Tackling high turnover is vital to the success of businesses operating in the service industries, write Augusto Giacoman and Deniz Caglar for Strategy+Business.
There is a direct link between employee retention and high profitability in the service industries.
Managers spend 10% to 20% of their time on recruiting, onboarding and training new employees, with high turnover equal to two to four months of an hourly employee’s pay. It also has a negative impact on productivity – an experienced employee is up to 50% more productive than a new hire.
Nevertheless, according to PwC’s Augusto Giacoman and Deniz Caglar, business leaders “underestimate the financial and cultural costs of employee turnover” and because they “misunderstand the root causes of turnover” are unable to effectively address the problem.
THE TURNOVER REMEDY
Giacoman and Caglar have developed what they call “the turnover remedy”, a four-step solution to eradicating high turnover.
1) Smarter recruiting. Some hires have a lower turnover rate than others, e.g. candidates referred by current employees. Incentivise employees to refer appropriate candidates.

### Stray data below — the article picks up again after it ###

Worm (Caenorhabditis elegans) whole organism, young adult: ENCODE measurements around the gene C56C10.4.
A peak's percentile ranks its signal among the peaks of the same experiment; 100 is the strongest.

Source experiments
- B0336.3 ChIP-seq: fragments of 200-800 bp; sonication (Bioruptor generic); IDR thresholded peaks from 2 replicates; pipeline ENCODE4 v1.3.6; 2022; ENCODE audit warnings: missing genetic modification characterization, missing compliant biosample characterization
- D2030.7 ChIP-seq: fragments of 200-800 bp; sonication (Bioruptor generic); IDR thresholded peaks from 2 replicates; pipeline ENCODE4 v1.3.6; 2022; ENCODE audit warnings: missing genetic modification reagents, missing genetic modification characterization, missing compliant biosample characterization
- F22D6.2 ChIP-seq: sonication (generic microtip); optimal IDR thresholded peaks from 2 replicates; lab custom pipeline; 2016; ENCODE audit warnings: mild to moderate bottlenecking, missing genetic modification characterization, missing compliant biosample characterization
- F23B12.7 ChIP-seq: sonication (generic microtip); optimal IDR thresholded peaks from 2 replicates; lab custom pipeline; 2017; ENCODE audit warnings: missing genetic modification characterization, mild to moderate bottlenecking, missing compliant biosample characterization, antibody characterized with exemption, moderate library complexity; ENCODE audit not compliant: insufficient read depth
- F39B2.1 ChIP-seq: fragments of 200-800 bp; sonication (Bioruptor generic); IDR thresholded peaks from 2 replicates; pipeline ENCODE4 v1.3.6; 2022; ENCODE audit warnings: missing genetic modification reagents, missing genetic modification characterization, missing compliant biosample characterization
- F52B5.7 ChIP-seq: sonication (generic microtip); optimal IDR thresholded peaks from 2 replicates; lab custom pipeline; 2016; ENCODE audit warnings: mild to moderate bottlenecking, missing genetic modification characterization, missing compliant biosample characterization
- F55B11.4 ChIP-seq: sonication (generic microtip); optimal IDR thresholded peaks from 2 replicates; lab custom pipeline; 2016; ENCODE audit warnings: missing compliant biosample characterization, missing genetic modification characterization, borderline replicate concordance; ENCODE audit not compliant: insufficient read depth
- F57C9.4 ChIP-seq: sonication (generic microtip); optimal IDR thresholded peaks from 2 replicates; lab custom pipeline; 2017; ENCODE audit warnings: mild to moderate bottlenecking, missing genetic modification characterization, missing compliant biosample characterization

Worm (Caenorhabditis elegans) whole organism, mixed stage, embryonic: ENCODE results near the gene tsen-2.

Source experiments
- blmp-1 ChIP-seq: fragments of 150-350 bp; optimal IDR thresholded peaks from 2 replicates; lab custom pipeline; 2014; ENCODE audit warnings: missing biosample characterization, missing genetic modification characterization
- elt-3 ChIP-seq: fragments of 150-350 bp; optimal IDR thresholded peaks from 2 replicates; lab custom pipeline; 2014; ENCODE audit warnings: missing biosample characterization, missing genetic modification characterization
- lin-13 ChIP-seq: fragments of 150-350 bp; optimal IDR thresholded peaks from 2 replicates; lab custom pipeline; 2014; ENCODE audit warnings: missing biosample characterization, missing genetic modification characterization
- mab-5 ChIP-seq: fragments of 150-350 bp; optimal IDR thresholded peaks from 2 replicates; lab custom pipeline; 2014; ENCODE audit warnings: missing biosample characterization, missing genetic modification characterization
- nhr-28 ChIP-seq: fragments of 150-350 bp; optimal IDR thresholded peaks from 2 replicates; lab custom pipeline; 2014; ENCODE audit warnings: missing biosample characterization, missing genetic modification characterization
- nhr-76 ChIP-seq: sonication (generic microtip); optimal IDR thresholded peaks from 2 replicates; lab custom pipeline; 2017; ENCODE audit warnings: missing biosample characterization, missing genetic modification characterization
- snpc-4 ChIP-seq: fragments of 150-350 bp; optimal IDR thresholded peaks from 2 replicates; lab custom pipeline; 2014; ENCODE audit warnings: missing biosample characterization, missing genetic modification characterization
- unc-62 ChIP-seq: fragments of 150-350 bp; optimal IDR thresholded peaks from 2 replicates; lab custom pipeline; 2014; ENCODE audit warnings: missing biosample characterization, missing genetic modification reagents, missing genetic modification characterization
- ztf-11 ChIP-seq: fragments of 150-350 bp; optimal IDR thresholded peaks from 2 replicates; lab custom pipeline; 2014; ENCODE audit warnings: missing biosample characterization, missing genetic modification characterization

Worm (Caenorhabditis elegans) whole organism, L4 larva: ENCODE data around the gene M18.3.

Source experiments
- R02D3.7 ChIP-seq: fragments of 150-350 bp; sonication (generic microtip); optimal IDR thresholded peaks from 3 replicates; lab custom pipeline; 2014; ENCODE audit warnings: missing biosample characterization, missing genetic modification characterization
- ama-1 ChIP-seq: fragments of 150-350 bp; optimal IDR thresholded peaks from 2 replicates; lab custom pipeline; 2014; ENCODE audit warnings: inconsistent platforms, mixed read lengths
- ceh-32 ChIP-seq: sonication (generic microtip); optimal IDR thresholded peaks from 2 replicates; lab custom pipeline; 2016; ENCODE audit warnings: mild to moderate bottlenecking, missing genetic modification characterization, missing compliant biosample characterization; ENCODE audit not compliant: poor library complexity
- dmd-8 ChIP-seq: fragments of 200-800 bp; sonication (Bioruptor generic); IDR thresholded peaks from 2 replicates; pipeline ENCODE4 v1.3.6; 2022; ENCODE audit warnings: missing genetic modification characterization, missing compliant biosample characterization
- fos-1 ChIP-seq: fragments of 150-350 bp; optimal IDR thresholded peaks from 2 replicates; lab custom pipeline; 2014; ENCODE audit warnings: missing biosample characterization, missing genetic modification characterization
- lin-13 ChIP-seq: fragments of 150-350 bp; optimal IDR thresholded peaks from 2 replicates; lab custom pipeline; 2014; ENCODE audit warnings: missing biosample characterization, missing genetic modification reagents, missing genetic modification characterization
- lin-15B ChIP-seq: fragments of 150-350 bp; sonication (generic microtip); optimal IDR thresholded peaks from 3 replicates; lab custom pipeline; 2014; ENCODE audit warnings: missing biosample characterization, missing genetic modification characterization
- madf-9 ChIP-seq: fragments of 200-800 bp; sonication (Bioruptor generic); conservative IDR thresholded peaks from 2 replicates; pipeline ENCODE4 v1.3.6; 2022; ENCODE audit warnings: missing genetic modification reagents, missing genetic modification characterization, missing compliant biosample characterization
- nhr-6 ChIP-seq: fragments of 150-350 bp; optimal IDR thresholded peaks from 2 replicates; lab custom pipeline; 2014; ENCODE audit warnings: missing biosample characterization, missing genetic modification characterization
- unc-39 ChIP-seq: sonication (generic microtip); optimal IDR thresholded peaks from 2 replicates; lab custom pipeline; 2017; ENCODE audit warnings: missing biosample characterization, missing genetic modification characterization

Managers must look beyond experience and skills to ensure potential employees are a good fit for the company’s culture.
It is also important to be honest about the nature of the role.
“Companies must avoid wasting resources on mis-hires or they’ll find themselves back in the same spot, scrambling to fill openings,” write Giacoman and Caglar.
2) Comprehensive onboarding. The process of integrating new employees into the company is often “short-changed” – but employees on their way out of the door often cite not understanding what was expected of them or how to execute their tasks and feeling like managers and coworkers didn’t invest enough time getting them up to speed as reasons for quitting.
Use seven-day, 30-day and 60-day checklists to ensure new employees understand work procedures, administrative requirements and management expectations.
Ensure seamless integration by appointing an experienced member of staff to act as an “onboarding coach”.
3) Continued training. Offer employees the opportunity to learn new skills. “This clearly communicates a culture that invests in its workers and gives them the tools to succeed,” write Giacoman and Caglar.
4) Cultivating good managers. Front-line managers are key to staff retention. Invest in training to make them better leaders who can build trust, inspire teamwork and guide colleagues.
PLAN FOR THE FUTURE
Administer the turnover remedy now, and in the future you will benefit from cost savings and increased productivity.
“Understanding how costly turnover is and what actually drives it, then addressing those specific issues with the turnover remedy, will go a long way toward combating a problem that has dogged the service industry for years,” write Giacoman and Caglar.